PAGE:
We’ve used a lot of symbols for multiplication throughout our math career*. In middle elementary (at least in the U.S.), we first learn to multiply using the symbol $\times$ between two numbers. Then in prealgebra, we start to replace that symbol with $\cdot$, and as we learn the order of operations, the grouping symbol parentheses sort of evolves into implying multiplication when no other operation is indicated.

Turns out, as we move through math, multiplication becomes a sort of “default,” or “primary” operation throughout our work. Partially this is because we live in a multi-dimensional world, and multiplication brings that dimensionality into mathematics (for example, 2-dimensional area = length $\times$ width and 3-dimensional volume = length $\times$ width $\times$ height). Further, the footnote at the bottom of this section even refers to a time in mathematicians’ education where there are more than one type of multiplication! Most of us won’t have to think about different types of multiplying, but I bring it up to emphasize that it’s such an essential and integral arithmetic process that it has its own story and trajectory in mathematics history.

Because of this importance in using multiplication to describe our world, when another operation is not explicitly given, we default to multiplication.

$3(4)+5$
$=12+5$
$=17$

$3(4+5)$
$=3(9)$
$=27$

*I can’t speak to why we move from the $\times$ symbol to the $\cdot$ in prealgebra. Perhaps that’s a topic for future research and another post! I can say that the $\times$ symbol reappears in later courses taken by math-major undergrads who start investigating structures that can be multiplied in different ways, as a means of differentiating those ways of multiplying.

Using parentheses to state a point on a graph is actually an application of a broader math principle of using parentheses to enclose lists.

At this point in your algebra journey, it can be useful to know three main symbol pairs that are used to enclose lists of numbers or other items in a group. A few students may have encountered the fourth symbol listed as well, though it’s not a standard part of the curriculum until multivariable calculus. Note here that the first three sets are also used in order of operations. **The context below only refers to their use in writing mathematical lists. If it’s not a list (e.g., items separated by commas), then they essentially mean the same thing as each other (e.g., grouping symbols).**

• Parentheses, ( ), around a list of numbers or items indicates that they are listed in a very specific order, and that the order communicates something about them and/or their relationship to each other.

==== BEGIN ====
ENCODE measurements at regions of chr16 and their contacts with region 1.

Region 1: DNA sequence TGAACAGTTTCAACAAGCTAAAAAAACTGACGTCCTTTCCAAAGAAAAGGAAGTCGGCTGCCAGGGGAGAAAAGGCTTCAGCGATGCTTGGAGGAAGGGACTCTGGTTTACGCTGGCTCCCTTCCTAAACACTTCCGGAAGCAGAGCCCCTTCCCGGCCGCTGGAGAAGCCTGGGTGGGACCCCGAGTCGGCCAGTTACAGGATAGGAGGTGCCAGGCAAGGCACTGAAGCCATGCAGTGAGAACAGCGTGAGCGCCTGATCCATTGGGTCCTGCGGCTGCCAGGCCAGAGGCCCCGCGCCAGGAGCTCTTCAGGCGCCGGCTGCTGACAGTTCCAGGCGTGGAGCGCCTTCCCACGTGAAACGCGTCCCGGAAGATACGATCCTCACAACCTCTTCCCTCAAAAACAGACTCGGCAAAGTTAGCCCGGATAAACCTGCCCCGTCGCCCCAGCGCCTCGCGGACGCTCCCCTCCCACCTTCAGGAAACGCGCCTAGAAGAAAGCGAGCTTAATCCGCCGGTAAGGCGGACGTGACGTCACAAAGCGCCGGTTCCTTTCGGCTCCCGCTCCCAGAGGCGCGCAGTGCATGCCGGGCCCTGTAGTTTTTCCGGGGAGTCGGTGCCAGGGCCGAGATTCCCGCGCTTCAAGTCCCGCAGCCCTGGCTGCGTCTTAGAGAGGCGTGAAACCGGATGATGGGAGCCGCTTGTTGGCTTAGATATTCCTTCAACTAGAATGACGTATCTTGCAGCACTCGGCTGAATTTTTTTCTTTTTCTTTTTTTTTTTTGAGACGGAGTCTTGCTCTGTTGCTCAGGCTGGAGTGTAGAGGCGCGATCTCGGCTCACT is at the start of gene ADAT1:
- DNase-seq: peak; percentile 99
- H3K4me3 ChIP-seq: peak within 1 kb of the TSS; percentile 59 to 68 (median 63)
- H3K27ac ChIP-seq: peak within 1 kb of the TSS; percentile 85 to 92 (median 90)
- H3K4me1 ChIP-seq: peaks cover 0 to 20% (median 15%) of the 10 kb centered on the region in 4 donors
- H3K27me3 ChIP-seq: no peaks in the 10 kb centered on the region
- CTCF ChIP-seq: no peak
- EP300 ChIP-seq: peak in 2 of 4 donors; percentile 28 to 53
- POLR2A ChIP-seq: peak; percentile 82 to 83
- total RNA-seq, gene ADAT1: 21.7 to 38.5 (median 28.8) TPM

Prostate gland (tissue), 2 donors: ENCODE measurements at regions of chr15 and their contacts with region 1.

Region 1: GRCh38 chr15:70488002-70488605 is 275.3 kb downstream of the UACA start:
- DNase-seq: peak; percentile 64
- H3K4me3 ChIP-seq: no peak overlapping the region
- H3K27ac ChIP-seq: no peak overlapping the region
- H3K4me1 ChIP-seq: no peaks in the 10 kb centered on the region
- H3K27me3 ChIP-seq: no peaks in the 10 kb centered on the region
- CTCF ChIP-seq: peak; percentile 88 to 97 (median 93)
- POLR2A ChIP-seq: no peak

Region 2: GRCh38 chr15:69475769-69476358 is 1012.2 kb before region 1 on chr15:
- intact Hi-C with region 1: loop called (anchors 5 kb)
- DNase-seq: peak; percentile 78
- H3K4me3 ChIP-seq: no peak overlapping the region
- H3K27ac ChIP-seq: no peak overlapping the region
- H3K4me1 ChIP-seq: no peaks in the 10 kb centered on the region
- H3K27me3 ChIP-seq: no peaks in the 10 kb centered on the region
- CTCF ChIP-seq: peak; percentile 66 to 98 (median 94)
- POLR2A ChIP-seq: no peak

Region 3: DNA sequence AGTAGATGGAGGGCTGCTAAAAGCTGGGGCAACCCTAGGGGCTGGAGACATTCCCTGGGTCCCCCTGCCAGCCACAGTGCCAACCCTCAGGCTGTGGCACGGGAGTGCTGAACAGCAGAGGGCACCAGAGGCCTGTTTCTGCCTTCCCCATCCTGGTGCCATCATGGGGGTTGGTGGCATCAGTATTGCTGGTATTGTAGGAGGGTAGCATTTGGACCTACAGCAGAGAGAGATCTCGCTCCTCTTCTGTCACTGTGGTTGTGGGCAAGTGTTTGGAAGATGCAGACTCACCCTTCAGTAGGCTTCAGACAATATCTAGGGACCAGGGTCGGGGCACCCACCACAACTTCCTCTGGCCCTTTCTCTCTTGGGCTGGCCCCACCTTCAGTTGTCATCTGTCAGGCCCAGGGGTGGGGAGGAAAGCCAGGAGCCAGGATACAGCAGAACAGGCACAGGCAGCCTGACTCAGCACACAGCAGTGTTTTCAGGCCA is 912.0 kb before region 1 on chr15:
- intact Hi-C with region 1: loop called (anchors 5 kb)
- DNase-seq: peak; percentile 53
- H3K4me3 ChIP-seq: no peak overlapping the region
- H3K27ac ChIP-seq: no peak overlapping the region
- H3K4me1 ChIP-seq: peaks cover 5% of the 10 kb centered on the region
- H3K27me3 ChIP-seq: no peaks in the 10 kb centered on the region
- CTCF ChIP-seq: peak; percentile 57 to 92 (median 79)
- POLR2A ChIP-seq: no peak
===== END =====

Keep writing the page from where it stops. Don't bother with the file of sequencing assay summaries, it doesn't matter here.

• Square brackets, [ ], are similar to parentheses (or “rounded brackets”) in that order matters and the order of the items itself communicates something about their relationship.
• “Curly brackets” or “braces” in a mathematical list, { }, indicate a group of items or numbers that can be listed in any order and still mean the same thing. The order of the items listed inside can be changed and mixed up without impacting the meaning of the group.
• “Pointy brackets”, < >, also indicate that order matters and the order of the numbers inside indicate their relationship to each other. However, it is generally reserved for much more specific relationships such as vectors and other ideas that indicate a sense of movement and direction.

We use parentheses around ordered pairs (also called coordinate pairs or points) because the order of the numbers communicates something. In graphing, the pair $(3,2)$ indicates that the point we plot is $3$ units to the right of the origin and $2$ units “up” from the origin. The ordered pair $(2,3)$ is a completely different point: $2$ units right and $3$ units “up”.

In function terminology, the ordered pair $(x,y)$ refers to an (input,output) pair, where the first coordinate represents the input, or independent variable, and the second coordinate represents the output, or dependent variable. In our example $(3,2)$ this means that if we put $3$ into our function machine, we will get an output, or final result, of $2$ after the machine does its work.

Now we’re introducing yet another meaning of parentheses: to indicate the argument of a function. (In some contexts, especially those heavily influenced by computer programming standards, we use square brackets for this rather than parentheses. However, most algebra textbooks will stick to parentheses.)